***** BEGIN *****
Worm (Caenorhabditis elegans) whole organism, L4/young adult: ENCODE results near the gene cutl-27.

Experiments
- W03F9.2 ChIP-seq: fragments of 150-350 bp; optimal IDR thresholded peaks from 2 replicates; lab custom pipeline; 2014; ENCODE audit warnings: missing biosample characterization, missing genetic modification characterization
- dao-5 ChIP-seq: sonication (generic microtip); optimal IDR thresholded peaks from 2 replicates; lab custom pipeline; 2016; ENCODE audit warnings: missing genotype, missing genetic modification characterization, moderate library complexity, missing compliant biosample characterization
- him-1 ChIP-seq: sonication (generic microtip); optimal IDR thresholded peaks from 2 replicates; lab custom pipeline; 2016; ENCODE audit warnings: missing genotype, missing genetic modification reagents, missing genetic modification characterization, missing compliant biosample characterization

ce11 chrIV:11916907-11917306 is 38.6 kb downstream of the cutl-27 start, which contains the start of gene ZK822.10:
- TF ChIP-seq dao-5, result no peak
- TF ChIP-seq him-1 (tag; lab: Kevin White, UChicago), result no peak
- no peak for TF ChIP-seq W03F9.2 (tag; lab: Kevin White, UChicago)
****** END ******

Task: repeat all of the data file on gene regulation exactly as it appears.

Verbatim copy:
Worm (Caenorhabditis elegans) whole organism, L4/young adult: ENCODE results near the gene cutl-27.

Experiments
- W03F9.2 ChIP-seq: fragments of 150-350 bp; optimal IDR thresholded peaks from 2 replicates; lab custom pipeline; 2014; ENCODE audit warnings: missing biosample characterization, missing genetic modification characterization
- dao-5 ChIP-seq: sonication (generic microtip); optimal IDR thresholded peaks from 2 replicates; lab custom pipeline; 2016; ENCODE audit warnings: missing genotype, missing genetic modification characterization, moderate library complexity, missing compliant biosample characterization
- him-1 ChIP-seq: sonication (generic microtip); optimal IDR thresholded peaks from 2 replicates; lab custom pipeline; 2016; ENCODE audit warnings: missing genotype, missing genetic modification reagents, missing genetic modification characterization, missing compliant biosample characterization

ce11 chrIV:11916907-11917306 is 38.6 kb downstream of the cutl-27 start, which contains the start of gene ZK822.10:
- TF ChIP-seq dao-5, result no peak
- TF ChIP-seq him-1 (tag; lab: Kevin White, UChicago), result no peak
- no peak for TF ChIP-seq W03F9.2 (tag; lab: Kevin White, UChicago)